Defining who is truly black or mixed-race and eligible under racial affirmative action policies remains a source of controversy. A recent case of a white, blonde student who was admitted to medical school at the Federal University of Minas Gerais (UFMG) after self-identifying as black has resparked this debate. After being denounced, the student withdrew. “Isolated cases of fraud don’t warrant abolishing a policy,” says João Feres Júnior, a professor of political science at UERJ, Brazil’s first university to approve a racial quota policy, in 2002. The researcher, who heads UERJ’s Multidisciplinary Study Group on Affirmative Action, believes measures such as requiring students to appear in person for enrollment or creating evaluation committees can help to prevent self-identification fraud.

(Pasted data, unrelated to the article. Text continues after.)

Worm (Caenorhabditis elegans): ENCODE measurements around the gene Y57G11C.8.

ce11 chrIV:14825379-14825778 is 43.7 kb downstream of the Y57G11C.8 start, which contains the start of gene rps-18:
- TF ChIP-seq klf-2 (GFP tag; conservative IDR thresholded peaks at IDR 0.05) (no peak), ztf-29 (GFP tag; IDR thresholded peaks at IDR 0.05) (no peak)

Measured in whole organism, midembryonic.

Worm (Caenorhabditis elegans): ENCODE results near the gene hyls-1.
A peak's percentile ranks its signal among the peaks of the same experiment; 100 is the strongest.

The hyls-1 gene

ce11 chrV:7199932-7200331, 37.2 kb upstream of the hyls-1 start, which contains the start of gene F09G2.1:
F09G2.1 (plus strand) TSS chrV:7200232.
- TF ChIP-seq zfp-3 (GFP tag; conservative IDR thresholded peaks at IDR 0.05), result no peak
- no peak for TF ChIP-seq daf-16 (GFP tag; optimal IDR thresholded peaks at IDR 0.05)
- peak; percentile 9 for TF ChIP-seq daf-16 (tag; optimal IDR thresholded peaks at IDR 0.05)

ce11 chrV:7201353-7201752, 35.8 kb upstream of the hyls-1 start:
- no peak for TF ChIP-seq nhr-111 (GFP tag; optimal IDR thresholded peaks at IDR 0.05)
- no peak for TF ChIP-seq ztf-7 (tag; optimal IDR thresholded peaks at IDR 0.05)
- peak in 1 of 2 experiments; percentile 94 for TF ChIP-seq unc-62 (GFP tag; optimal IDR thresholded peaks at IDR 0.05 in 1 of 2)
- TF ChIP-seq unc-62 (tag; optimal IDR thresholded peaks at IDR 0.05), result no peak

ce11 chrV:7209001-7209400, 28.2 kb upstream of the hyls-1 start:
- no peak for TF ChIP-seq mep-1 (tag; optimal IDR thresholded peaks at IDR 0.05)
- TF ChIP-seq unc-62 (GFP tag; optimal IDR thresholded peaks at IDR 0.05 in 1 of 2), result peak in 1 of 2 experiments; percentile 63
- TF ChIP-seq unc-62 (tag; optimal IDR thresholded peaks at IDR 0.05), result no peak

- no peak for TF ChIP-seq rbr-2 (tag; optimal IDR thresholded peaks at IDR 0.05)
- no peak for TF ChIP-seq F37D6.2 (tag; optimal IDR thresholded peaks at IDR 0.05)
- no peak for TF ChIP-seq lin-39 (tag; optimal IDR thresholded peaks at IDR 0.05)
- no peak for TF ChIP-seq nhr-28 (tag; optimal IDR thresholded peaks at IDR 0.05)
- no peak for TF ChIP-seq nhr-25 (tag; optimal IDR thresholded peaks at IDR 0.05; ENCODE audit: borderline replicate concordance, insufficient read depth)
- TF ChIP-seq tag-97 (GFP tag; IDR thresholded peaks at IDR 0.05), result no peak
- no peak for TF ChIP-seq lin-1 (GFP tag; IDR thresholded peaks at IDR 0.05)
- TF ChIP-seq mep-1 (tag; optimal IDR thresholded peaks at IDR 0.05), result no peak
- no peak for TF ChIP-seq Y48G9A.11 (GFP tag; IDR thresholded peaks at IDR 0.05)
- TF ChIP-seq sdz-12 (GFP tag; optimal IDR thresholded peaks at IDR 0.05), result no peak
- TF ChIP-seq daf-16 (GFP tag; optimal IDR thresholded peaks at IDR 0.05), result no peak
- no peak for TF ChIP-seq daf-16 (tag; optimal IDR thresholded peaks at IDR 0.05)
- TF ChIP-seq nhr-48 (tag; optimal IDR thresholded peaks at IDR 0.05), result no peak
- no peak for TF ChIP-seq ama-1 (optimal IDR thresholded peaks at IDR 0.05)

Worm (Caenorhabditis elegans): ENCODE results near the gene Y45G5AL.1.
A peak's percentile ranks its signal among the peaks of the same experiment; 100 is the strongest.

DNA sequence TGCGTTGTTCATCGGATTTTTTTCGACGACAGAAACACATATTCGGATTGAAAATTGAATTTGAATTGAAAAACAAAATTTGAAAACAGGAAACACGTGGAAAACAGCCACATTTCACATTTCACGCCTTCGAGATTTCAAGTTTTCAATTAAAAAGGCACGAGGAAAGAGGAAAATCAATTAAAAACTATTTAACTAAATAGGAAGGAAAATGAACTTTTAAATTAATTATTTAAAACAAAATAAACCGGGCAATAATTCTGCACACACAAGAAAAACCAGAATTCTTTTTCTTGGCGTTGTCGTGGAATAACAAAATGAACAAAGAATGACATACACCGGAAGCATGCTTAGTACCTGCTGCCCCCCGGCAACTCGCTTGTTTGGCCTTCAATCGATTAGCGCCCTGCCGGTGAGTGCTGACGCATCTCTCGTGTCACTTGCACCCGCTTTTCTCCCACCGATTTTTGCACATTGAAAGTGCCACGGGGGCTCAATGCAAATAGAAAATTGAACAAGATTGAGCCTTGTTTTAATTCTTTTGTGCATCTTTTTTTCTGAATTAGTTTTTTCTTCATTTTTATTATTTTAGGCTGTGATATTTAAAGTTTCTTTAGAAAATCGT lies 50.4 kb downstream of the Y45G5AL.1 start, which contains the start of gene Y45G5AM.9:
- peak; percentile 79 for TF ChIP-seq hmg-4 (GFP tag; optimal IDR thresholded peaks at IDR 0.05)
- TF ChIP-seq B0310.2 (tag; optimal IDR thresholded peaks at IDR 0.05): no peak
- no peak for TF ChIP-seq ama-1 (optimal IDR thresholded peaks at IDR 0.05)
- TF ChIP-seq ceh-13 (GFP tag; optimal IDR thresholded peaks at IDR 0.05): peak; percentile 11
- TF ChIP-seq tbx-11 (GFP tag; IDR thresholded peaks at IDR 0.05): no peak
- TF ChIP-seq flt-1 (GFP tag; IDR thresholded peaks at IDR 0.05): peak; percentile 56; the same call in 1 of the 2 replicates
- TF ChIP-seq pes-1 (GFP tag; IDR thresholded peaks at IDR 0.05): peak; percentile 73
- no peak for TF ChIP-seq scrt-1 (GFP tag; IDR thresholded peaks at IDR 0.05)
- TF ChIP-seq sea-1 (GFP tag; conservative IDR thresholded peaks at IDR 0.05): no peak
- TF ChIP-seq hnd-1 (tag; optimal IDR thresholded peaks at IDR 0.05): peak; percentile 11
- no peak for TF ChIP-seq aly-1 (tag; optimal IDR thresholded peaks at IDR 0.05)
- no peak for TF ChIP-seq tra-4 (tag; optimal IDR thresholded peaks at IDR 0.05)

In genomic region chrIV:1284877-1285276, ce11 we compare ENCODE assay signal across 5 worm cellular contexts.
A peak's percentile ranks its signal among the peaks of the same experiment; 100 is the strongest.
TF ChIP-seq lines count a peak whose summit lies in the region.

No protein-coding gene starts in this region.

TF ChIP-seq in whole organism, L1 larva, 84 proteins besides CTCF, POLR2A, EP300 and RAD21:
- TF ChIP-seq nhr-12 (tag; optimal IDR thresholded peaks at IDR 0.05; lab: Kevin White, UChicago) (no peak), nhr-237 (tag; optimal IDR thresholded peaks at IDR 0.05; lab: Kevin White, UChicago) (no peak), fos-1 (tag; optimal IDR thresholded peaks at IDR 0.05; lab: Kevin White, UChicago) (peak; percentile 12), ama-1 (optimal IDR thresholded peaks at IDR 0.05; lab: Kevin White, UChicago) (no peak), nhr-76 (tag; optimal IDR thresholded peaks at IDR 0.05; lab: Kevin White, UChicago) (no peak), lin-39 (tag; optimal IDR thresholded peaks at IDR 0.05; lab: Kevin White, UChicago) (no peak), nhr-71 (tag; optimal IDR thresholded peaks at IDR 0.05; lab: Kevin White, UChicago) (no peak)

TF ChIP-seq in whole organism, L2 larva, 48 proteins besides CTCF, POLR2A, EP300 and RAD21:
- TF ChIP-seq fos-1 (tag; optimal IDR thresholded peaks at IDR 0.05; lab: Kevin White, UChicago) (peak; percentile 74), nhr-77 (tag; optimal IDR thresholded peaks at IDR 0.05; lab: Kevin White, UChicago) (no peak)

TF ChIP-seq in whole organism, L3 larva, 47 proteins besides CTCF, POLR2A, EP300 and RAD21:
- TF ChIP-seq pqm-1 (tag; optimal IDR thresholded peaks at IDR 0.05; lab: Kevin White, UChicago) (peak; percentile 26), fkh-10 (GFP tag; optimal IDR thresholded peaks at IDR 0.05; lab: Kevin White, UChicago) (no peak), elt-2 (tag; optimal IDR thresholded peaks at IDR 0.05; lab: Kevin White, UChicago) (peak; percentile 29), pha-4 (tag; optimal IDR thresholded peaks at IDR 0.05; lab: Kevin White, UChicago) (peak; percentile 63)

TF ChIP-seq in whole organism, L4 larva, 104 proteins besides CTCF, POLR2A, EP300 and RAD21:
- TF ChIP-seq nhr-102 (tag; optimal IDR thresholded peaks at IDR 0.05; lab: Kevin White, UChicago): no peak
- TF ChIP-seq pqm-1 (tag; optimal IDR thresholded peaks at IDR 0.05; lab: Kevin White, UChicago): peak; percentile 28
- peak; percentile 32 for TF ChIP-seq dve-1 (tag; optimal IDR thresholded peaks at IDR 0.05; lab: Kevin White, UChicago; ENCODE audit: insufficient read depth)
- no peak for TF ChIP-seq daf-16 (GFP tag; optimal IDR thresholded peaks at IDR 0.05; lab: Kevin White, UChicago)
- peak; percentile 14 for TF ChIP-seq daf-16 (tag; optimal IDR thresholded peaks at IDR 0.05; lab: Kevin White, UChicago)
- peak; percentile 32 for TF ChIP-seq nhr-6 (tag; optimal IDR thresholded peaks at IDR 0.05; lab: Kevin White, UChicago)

Economist Álvaro Alberto Ferreira Mendes Junior, a professor at Cândido Mendes University, did research on the subject in his doctorate in economics at UFMG and believes the racial quota system has two main problems arising from subjective application criteria. “Self-identification criteria create a risk that a significant number of white applicants could be admitted. But if students are instead evaluated by a committee, we enter into dangerous territory where people are given powers to judge the color of an individual’s skin. This will not ensure fair treatment as applicants can be classified as either white or black depending on the evaluator’s judgment,” he says.